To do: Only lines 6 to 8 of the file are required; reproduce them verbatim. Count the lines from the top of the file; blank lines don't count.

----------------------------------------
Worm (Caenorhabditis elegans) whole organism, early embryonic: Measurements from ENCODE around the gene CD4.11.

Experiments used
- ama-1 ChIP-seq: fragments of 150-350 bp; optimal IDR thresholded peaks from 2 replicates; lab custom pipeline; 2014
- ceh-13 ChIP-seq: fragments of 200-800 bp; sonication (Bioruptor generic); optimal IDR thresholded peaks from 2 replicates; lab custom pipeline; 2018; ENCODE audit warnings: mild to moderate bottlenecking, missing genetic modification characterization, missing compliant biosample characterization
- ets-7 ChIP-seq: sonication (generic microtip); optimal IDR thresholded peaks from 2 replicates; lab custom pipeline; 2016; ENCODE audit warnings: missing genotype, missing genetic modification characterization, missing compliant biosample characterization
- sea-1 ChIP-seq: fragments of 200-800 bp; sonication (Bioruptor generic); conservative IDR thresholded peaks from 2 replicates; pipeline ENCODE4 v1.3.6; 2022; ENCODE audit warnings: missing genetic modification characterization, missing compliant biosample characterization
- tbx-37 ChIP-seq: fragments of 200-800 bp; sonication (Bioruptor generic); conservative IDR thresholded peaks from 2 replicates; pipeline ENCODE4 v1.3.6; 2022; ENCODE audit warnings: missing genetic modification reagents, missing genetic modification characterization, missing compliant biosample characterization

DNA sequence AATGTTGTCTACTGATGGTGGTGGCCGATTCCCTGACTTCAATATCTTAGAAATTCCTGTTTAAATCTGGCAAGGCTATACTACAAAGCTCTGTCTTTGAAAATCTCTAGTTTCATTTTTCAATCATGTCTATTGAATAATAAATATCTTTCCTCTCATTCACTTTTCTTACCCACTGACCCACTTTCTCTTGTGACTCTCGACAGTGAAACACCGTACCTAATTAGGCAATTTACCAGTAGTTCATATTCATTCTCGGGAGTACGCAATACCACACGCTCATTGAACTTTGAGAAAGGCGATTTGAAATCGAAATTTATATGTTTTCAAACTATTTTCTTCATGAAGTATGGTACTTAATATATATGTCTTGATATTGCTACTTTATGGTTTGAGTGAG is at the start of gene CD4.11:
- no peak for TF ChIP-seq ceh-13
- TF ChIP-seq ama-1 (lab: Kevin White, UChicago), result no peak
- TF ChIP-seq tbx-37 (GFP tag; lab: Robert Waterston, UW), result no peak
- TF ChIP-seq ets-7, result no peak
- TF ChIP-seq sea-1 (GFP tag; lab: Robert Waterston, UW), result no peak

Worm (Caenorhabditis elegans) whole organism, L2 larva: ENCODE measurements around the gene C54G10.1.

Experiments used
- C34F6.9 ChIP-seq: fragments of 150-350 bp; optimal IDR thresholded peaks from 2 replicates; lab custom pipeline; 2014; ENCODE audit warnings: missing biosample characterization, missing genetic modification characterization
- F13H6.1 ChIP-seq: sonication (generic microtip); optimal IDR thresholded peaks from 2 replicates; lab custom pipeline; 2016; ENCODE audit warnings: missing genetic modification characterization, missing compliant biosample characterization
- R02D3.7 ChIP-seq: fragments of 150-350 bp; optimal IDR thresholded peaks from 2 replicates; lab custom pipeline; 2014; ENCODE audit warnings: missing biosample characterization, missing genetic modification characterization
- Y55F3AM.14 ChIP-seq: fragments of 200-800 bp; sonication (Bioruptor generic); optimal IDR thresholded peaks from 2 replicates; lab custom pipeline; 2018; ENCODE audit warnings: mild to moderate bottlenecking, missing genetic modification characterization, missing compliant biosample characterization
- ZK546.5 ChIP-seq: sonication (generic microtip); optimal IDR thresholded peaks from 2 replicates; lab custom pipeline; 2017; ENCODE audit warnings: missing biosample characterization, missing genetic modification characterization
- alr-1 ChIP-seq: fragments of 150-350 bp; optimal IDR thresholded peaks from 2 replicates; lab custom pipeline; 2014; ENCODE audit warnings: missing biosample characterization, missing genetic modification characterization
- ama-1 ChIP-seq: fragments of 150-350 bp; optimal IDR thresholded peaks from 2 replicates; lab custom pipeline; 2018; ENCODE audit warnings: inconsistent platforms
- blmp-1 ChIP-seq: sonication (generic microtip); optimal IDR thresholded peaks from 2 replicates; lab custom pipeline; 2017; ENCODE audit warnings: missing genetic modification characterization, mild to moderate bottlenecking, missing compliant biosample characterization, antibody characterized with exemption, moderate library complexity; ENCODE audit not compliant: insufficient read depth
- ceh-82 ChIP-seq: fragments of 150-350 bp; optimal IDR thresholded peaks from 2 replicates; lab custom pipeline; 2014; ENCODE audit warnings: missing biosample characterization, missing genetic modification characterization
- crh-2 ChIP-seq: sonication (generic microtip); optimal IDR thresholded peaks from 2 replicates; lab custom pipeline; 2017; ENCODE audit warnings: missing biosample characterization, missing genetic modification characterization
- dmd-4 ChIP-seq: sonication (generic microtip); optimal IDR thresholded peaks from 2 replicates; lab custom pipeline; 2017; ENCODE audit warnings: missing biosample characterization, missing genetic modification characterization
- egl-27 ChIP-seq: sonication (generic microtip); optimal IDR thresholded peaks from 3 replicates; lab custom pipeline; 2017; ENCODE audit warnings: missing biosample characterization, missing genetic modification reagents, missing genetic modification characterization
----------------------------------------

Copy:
- sea-1 ChIP-seq: fragments of 200-800 bp; sonication (Bioruptor generic); conservative IDR thresholded peaks from 2 replicates; pipeline ENCODE4 v1.3.6; 2022; ENCODE audit warnings: missing genetic modification characterization, missing compliant biosample characterization
- tbx-37 ChIP-seq: fragments of 200-800 bp; sonication (Bioruptor generic); conservative IDR thresholded peaks from 2 replicates; pipeline ENCODE4 v1.3.6; 2022; ENCODE audit warnings: missing genetic modification reagents, missing genetic modification characterization, missing compliant biosample characterization

DNA sequence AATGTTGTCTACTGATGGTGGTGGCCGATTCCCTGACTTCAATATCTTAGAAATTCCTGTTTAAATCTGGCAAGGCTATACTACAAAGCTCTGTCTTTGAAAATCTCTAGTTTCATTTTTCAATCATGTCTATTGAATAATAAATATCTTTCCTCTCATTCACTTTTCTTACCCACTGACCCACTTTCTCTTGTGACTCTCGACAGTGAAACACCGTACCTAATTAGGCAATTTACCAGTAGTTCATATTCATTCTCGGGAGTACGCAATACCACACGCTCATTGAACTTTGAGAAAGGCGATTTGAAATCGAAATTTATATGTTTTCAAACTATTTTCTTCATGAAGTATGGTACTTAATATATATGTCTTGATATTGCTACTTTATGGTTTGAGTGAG is at the start of gene CD4.11: